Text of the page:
Get Technical: Artificial limits will only hurt customers
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Net neutrality is the core ideal held by the Internet – every Web site or file is accessible by all, over any cable, without artificial limits on download speeds.
The telecom companies don’t like this.
They say this is hurting consumers since they pay for bandwidth they don’t use – bandwidth used for illegal activities such as spamming and fraud – and that the consumers can ensure better service by paying the telecoms more money.
That sounds suspiciously like protection money – "Nice network you’ve got there… it’d be a shame if something were to slow it down."
Notice I didn’t mention peer-to-peer downloading. Not all P2P is piracy. Some well-known bands such as Nine Inch Nails and Harvey Danger have used P2P networks to distribute albums, and software companies like the idea of farming out network capabilities through other users.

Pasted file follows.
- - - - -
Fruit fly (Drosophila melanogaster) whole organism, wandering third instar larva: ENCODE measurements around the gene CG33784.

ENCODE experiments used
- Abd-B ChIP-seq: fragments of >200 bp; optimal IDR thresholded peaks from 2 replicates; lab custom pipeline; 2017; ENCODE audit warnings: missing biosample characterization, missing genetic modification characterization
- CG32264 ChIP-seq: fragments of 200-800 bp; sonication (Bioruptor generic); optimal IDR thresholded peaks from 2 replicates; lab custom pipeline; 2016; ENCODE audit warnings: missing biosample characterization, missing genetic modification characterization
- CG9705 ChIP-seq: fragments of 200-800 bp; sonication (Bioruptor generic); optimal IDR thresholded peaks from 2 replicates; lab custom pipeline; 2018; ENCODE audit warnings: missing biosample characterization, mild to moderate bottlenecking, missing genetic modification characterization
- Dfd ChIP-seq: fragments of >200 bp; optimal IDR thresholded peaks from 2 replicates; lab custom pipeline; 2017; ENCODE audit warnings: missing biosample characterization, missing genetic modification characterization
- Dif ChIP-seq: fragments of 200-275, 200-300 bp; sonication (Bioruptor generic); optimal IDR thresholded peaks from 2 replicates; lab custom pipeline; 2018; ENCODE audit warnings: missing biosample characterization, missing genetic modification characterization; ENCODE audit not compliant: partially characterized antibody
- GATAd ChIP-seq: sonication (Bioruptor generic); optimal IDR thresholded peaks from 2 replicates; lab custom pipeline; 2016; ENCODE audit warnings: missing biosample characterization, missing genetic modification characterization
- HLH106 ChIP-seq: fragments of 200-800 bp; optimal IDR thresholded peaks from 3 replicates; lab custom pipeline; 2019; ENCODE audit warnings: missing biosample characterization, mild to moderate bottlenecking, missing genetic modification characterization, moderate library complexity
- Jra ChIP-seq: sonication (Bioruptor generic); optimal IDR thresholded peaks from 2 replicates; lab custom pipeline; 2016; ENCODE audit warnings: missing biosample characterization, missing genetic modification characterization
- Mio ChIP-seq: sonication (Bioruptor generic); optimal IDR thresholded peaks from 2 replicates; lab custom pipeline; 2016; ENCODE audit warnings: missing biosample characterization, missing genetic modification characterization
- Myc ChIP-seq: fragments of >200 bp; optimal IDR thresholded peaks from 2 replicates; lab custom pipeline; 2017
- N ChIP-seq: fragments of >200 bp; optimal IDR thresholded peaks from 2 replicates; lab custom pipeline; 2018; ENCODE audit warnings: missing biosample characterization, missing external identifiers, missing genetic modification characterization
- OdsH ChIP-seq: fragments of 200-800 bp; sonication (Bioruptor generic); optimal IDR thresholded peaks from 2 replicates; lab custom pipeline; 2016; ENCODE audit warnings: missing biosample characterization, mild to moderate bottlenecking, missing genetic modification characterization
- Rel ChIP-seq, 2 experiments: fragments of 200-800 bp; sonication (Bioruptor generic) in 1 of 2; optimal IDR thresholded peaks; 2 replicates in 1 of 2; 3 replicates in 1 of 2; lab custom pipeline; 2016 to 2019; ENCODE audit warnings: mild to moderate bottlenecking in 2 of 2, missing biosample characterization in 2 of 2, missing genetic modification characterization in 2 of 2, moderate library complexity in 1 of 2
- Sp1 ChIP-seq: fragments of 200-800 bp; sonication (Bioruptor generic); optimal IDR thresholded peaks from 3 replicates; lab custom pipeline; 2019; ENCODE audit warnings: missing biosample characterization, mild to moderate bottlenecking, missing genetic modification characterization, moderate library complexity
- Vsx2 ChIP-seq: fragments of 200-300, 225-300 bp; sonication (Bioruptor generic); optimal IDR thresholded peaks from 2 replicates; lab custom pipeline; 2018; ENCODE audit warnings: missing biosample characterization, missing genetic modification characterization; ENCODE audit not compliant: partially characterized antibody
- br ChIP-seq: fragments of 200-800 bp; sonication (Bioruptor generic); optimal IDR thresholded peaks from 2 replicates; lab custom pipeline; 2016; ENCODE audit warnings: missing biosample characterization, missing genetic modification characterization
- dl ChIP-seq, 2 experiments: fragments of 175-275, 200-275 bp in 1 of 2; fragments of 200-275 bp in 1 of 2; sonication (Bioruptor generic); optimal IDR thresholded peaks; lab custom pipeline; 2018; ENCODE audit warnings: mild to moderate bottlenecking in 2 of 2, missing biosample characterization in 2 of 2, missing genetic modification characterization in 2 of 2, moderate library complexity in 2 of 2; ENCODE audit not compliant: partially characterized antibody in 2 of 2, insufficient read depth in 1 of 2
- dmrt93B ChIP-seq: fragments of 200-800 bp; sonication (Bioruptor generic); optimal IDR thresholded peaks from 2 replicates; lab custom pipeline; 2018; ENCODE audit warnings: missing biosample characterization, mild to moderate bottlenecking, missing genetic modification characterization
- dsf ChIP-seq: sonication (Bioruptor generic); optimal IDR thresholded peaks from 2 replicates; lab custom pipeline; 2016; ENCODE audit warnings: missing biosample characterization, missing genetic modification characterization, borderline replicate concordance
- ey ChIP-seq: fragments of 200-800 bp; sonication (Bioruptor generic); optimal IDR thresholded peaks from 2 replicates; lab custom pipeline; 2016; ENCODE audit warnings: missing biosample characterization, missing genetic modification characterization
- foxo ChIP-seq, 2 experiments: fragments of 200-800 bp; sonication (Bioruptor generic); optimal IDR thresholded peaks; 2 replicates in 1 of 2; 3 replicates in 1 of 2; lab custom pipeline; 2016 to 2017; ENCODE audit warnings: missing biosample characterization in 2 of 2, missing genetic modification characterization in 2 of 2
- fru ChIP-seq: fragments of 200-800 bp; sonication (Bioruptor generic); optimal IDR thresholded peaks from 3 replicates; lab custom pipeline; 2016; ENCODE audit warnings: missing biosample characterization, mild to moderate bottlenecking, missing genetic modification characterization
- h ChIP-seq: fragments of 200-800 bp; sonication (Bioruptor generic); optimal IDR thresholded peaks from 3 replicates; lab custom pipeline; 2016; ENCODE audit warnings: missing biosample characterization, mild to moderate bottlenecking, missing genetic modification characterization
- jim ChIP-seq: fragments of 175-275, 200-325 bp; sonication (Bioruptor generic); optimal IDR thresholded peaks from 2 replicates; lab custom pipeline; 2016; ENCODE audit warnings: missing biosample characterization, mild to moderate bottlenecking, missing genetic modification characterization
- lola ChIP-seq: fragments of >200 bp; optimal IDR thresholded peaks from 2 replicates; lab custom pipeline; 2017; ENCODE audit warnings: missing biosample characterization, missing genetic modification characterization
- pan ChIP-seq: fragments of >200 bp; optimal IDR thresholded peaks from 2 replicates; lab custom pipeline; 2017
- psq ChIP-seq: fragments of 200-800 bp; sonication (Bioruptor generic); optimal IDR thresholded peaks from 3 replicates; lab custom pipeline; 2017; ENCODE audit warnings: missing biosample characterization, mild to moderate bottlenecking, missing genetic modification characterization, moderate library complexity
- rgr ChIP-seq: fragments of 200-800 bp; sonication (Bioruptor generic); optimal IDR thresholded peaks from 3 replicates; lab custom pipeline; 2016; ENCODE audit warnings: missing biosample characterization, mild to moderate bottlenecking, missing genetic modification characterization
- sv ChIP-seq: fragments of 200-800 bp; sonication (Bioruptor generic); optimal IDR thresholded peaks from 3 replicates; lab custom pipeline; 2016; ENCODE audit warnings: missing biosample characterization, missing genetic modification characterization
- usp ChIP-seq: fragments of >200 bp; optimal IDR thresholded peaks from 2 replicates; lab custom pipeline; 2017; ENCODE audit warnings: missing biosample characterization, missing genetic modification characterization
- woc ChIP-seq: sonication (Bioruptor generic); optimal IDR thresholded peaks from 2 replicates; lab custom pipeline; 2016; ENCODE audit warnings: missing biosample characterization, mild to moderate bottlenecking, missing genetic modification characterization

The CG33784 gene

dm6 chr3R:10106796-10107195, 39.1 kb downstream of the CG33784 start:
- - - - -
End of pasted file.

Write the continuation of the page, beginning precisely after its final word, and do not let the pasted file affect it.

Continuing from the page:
But what if those users all had to pay for different levels of service, all based on what services the consumer wanted? The telecoms want to charge the users for the use of casual surfing services, streaming video (a la YouTube) and music (such as Yahoo! Launch), file downloads (like through the iTunes Music Store) and voice over Internet protocol services such as Skype and Vonage.
Every service will cost just a little bit more, but think what you can do for another 10 bucks a month.
Now you can actually watch that silly video clip your cousin emailed you, instead of just reading the link.
Now for the sleazy part – the telecoms are going to charge content providers the same fees to push the information out.
Providers and consumers are getting squeezed on this, and the only winners are the companies who own the cabling and backbone structure the data flows across.